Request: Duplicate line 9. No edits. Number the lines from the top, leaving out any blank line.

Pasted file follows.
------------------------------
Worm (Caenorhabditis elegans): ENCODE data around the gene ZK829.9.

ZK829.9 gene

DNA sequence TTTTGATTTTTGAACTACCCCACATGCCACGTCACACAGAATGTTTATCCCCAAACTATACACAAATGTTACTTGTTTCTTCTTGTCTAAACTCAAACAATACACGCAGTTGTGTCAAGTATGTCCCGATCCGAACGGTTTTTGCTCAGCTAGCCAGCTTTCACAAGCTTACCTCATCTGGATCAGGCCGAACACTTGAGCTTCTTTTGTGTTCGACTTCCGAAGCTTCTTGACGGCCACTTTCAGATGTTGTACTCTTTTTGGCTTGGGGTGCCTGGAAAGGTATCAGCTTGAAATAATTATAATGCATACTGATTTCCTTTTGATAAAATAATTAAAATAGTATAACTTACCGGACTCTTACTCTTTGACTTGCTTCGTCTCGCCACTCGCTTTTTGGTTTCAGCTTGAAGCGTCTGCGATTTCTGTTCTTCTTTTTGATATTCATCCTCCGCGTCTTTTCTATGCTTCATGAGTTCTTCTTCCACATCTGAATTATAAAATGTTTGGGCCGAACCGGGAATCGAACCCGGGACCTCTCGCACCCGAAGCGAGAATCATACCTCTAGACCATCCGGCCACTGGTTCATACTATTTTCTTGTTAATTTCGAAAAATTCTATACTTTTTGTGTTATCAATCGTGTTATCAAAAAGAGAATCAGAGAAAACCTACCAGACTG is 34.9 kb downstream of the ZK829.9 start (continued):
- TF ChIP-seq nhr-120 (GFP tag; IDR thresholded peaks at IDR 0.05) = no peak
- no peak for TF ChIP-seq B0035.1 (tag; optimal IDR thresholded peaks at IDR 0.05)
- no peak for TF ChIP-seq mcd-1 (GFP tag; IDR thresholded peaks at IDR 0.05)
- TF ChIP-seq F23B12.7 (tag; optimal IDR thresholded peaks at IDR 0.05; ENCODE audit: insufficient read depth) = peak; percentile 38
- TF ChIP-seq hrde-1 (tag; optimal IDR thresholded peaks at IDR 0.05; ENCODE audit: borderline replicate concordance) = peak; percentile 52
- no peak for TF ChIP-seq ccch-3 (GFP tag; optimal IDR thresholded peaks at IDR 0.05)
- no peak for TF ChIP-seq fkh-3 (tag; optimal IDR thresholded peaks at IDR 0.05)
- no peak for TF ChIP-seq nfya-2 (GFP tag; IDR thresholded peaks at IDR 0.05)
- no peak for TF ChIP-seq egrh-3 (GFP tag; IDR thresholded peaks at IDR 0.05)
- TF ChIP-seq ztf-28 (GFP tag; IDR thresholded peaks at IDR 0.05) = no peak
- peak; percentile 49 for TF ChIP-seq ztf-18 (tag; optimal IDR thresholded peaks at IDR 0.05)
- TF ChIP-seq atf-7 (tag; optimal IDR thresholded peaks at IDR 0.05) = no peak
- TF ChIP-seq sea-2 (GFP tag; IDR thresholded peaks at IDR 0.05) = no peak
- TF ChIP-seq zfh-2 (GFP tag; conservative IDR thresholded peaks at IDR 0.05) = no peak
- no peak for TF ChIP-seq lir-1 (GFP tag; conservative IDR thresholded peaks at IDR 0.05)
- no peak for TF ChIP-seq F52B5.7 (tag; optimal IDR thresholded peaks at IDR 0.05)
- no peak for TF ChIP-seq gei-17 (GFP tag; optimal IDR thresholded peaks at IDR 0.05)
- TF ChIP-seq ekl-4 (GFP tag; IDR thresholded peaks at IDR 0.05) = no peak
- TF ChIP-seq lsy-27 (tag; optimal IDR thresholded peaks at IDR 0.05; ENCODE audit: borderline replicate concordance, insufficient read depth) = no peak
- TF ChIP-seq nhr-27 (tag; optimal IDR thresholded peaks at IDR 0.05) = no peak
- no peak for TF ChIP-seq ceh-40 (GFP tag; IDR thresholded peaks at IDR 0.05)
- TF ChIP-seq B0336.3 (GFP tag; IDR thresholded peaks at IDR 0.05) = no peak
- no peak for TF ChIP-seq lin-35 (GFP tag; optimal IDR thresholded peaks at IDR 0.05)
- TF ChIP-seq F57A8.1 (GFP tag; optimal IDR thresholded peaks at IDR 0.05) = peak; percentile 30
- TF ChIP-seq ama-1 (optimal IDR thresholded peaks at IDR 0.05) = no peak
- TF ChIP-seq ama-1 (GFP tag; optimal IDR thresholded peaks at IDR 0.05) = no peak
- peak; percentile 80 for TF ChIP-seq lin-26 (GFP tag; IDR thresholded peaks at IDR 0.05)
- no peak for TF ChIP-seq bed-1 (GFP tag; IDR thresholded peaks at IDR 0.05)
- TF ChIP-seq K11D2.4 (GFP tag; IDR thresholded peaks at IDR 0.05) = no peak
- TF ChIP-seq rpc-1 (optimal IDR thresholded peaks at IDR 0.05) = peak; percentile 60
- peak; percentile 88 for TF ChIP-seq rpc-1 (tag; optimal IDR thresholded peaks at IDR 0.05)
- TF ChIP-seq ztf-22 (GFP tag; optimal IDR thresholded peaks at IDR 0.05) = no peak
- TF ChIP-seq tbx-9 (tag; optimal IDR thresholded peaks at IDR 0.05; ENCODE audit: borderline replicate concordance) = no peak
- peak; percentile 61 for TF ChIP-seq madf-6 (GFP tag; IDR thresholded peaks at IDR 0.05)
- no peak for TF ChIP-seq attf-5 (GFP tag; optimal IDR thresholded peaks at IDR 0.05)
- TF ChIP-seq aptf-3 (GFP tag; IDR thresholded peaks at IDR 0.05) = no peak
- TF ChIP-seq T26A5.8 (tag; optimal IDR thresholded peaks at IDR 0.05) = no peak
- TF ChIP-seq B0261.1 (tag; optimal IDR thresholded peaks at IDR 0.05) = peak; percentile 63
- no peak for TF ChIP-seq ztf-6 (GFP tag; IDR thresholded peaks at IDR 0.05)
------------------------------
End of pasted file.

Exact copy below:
- no peak for TF ChIP-seq ccch-3 (GFP tag; optimal IDR thresholded peaks at IDR 0.05)